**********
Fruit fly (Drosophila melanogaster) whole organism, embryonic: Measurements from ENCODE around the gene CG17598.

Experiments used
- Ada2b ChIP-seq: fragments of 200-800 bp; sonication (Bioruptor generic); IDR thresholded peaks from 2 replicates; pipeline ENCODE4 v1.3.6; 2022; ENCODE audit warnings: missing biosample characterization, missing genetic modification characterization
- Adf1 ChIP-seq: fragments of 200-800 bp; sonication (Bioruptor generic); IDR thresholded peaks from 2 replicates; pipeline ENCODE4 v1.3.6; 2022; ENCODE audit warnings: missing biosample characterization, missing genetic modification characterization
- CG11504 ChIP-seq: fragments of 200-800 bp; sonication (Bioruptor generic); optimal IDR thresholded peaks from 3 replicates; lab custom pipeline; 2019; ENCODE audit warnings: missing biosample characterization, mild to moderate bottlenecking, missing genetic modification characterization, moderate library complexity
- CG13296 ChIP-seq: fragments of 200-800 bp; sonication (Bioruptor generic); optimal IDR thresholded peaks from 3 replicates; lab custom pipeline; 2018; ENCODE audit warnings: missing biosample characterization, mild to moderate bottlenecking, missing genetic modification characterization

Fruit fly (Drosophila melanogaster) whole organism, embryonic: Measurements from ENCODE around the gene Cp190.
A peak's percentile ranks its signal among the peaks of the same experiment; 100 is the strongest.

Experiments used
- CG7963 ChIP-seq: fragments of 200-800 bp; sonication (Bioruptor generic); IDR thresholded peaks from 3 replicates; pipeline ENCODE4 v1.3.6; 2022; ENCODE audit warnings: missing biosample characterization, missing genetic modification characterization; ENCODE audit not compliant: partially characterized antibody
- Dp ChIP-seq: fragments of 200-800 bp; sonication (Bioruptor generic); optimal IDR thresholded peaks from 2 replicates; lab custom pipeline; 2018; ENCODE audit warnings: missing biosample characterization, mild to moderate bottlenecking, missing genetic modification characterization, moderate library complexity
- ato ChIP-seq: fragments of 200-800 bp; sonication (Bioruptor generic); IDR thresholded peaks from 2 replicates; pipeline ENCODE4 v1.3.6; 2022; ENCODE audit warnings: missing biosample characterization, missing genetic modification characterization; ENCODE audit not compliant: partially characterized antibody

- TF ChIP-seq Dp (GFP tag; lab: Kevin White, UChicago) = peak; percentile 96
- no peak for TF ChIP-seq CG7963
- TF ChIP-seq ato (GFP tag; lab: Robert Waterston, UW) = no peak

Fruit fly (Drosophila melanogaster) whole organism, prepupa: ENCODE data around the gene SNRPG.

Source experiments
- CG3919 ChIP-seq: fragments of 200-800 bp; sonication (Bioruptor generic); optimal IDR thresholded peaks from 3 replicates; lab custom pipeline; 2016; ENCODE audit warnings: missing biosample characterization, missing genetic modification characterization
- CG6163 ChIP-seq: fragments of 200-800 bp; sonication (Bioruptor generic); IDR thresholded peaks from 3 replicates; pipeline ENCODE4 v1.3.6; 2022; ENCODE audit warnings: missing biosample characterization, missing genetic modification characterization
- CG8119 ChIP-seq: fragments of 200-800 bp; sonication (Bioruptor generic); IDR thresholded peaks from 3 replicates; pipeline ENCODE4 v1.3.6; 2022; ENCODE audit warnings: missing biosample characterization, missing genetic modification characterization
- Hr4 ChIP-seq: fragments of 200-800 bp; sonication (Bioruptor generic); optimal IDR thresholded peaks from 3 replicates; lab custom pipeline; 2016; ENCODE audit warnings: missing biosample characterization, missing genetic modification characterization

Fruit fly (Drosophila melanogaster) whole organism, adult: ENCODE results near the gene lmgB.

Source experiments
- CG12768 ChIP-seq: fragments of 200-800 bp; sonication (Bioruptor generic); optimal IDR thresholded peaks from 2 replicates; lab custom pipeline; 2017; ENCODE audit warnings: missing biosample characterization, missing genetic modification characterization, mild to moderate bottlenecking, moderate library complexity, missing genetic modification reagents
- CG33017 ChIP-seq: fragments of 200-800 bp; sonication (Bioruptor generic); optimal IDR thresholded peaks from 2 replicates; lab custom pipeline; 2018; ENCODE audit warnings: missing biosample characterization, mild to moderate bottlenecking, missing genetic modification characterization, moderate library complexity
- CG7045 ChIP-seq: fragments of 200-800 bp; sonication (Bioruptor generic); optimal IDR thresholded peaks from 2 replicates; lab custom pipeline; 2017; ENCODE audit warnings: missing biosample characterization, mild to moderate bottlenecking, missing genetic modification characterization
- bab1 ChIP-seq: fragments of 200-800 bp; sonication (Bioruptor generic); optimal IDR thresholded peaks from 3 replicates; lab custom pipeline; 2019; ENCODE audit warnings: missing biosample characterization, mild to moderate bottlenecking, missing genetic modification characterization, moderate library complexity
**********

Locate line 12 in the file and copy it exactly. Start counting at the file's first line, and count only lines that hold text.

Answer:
- ato ChIP-seq: fragments of 200-800 bp; sonication (Bioruptor generic); IDR thresholded peaks from 2 replicates; pipeline ENCODE4 v1.3.6; 2022; ENCODE audit warnings: missing biosample characterization, missing genetic modification characterization; ENCODE audit not compliant: partially characterized antibody